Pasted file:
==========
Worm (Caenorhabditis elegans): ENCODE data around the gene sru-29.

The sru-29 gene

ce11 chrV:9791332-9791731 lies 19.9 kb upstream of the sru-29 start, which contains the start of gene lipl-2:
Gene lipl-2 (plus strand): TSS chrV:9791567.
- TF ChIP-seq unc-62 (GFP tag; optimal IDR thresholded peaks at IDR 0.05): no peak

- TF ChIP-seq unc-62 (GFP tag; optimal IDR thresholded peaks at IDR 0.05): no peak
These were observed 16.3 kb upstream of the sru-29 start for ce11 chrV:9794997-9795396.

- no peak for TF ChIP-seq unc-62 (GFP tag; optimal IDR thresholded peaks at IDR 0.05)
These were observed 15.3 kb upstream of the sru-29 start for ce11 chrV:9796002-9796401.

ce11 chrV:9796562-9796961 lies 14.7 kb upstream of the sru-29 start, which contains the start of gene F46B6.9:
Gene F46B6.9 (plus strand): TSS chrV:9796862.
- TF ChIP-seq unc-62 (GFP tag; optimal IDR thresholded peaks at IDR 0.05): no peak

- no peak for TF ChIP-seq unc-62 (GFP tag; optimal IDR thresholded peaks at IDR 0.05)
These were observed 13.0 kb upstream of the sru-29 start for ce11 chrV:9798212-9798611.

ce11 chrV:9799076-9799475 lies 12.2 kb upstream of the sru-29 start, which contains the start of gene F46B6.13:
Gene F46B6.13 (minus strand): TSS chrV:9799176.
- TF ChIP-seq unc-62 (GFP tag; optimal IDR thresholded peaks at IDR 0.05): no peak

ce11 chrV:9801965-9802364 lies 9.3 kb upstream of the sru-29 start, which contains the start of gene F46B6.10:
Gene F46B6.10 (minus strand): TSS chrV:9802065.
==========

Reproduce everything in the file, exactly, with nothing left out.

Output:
Worm (Caenorhabditis elegans): ENCODE data around the gene sru-29.

The sru-29 gene

ce11 chrV:9791332-9791731 lies 19.9 kb upstream of the sru-29 start, which contains the start of gene lipl-2:
Gene lipl-2 (plus strand): TSS chrV:9791567.
- TF ChIP-seq unc-62 (GFP tag; optimal IDR thresholded peaks at IDR 0.05): no peak

- TF ChIP-seq unc-62 (GFP tag; optimal IDR thresholded peaks at IDR 0.05): no peak
These were observed 16.3 kb upstream of the sru-29 start for ce11 chrV:9794997-9795396.

- no peak for TF ChIP-seq unc-62 (GFP tag; optimal IDR thresholded peaks at IDR 0.05)
These were observed 15.3 kb upstream of the sru-29 start for ce11 chrV:9796002-9796401.

ce11 chrV:9796562-9796961 lies 14.7 kb upstream of the sru-29 start, which contains the start of gene F46B6.9:
Gene F46B6.9 (plus strand): TSS chrV:9796862.
- TF ChIP-seq unc-62 (GFP tag; optimal IDR thresholded peaks at IDR 0.05): no peak

- no peak for TF ChIP-seq unc-62 (GFP tag; optimal IDR thresholded peaks at IDR 0.05)
These were observed 13.0 kb upstream of the sru-29 start for ce11 chrV:9798212-9798611.

ce11 chrV:9799076-9799475 lies 12.2 kb upstream of the sru-29 start, which contains the start of gene F46B6.13:
Gene F46B6.13 (minus strand): TSS chrV:9799176.
- TF ChIP-seq unc-62 (GFP tag; optimal IDR thresholded peaks at IDR 0.05): no peak

ce11 chrV:9801965-9802364 lies 9.3 kb upstream of the sru-29 start, which contains the start of gene F46B6.10:
Gene F46B6.10 (minus strand): TSS chrV:9802065.